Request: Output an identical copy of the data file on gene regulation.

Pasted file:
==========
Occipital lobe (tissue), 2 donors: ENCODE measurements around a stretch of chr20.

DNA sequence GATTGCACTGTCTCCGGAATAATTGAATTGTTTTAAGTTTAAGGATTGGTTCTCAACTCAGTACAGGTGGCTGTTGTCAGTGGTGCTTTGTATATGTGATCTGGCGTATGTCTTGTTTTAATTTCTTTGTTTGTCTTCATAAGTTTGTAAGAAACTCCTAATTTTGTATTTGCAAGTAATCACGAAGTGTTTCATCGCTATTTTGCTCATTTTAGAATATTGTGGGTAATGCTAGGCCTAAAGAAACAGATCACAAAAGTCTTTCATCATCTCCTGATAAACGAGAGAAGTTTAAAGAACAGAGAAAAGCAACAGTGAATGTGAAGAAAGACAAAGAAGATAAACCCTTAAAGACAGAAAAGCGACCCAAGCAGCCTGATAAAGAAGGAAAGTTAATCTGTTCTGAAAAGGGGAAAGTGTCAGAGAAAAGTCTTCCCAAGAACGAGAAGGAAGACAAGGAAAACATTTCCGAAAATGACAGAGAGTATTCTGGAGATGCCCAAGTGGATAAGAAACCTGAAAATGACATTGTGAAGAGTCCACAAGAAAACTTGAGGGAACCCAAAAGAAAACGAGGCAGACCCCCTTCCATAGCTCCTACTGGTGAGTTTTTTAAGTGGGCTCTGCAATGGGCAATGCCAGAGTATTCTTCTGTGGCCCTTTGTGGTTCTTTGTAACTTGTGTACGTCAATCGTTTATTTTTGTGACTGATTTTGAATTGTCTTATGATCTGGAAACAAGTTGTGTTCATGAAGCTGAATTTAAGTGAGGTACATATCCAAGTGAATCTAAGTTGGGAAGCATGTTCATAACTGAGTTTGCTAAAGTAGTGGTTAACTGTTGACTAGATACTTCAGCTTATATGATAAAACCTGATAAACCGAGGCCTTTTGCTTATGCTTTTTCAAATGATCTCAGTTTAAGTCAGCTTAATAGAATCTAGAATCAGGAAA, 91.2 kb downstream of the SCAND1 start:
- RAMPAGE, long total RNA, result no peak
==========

Occipital lobe (tissue), 2 donors: ENCODE measurements around a stretch of chr20.

DNA sequence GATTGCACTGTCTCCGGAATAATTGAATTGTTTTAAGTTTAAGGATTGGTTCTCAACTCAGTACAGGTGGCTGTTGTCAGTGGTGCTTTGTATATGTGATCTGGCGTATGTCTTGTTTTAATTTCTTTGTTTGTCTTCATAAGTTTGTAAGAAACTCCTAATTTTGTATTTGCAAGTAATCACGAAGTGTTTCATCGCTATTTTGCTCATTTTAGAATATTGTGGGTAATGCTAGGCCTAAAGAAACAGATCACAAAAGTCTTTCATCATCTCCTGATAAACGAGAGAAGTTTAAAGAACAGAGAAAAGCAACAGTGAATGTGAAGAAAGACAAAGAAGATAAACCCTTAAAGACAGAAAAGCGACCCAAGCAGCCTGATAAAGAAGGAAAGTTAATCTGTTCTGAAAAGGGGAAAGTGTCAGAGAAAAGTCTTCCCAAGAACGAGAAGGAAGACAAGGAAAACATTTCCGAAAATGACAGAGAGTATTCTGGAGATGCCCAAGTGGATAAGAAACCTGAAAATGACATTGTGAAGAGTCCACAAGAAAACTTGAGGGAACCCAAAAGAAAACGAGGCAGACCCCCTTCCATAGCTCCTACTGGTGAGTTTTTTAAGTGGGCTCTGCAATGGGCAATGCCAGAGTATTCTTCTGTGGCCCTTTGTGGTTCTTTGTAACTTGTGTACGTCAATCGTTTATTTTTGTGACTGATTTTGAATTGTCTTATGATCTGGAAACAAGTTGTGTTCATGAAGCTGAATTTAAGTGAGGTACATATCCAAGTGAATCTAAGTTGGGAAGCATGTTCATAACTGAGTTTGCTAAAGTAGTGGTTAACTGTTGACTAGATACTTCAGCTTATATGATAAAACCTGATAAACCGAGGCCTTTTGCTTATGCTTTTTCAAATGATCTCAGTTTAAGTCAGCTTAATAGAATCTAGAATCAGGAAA, 91.2 kb downstream of the SCAND1 start:
- RAMPAGE, long total RNA, result no peak